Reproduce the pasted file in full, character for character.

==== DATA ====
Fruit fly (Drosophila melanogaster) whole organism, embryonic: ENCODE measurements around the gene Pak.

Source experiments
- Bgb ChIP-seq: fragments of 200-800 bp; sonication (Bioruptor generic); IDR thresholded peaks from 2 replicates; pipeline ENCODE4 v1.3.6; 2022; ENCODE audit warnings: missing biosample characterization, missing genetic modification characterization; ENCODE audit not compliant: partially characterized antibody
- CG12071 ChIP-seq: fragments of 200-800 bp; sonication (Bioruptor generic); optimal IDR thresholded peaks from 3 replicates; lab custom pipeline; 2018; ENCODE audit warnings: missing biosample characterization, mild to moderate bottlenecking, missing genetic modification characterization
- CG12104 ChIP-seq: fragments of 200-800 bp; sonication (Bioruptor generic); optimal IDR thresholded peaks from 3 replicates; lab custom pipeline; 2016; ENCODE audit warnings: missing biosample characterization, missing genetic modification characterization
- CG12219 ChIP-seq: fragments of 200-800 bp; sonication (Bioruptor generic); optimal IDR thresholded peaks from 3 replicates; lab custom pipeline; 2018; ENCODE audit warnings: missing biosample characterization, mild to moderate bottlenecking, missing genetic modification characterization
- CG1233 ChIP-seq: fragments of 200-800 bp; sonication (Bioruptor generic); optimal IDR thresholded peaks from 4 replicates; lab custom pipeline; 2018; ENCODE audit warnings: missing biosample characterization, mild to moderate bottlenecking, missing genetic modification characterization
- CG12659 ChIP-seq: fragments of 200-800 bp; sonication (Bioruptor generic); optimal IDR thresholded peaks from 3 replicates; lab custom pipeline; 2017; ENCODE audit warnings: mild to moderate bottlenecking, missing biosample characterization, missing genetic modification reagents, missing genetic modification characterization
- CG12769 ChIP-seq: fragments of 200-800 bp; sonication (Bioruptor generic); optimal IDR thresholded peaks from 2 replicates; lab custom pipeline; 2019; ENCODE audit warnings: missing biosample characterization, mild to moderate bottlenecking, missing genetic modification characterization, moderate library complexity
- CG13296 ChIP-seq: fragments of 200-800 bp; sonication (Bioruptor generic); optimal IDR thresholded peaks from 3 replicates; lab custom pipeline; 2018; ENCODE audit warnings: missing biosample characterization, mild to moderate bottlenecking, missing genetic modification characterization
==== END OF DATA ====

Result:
Fruit fly (Drosophila melanogaster) whole organism, embryonic: ENCODE measurements around the gene Pak.

Source experiments
- Bgb ChIP-seq: fragments of 200-800 bp; sonication (Bioruptor generic); IDR thresholded peaks from 2 replicates; pipeline ENCODE4 v1.3.6; 2022; ENCODE audit warnings: missing biosample characterization, missing genetic modification characterization; ENCODE audit not compliant: partially characterized antibody
- CG12071 ChIP-seq: fragments of 200-800 bp; sonication (Bioruptor generic); optimal IDR thresholded peaks from 3 replicates; lab custom pipeline; 2018; ENCODE audit warnings: missing biosample characterization, mild to moderate bottlenecking, missing genetic modification characterization
- CG12104 ChIP-seq: fragments of 200-800 bp; sonication (Bioruptor generic); optimal IDR thresholded peaks from 3 replicates; lab custom pipeline; 2016; ENCODE audit warnings: missing biosample characterization, missing genetic modification characterization
- CG12219 ChIP-seq: fragments of 200-800 bp; sonication (Bioruptor generic); optimal IDR thresholded peaks from 3 replicates; lab custom pipeline; 2018; ENCODE audit warnings: missing biosample characterization, mild to moderate bottlenecking, missing genetic modification characterization
- CG1233 ChIP-seq: fragments of 200-800 bp; sonication (Bioruptor generic); optimal IDR thresholded peaks from 4 replicates; lab custom pipeline; 2018; ENCODE audit warnings: missing biosample characterization, mild to moderate bottlenecking, missing genetic modification characterization
- CG12659 ChIP-seq: fragments of 200-800 bp; sonication (Bioruptor generic); optimal IDR thresholded peaks from 3 replicates; lab custom pipeline; 2017; ENCODE audit warnings: mild to moderate bottlenecking, missing biosample characterization, missing genetic modification reagents, missing genetic modification characterization
- CG12769 ChIP-seq: fragments of 200-800 bp; sonication (Bioruptor generic); optimal IDR thresholded peaks from 2 replicates; lab custom pipeline; 2019; ENCODE audit warnings: missing biosample characterization, mild to moderate bottlenecking, missing genetic modification characterization, moderate library complexity
- CG13296 ChIP-seq: fragments of 200-800 bp; sonication (Bioruptor generic); optimal IDR thresholded peaks from 3 replicates; lab custom pipeline; 2018; ENCODE audit warnings: missing biosample characterization, mild to moderate bottlenecking, missing genetic modification characterization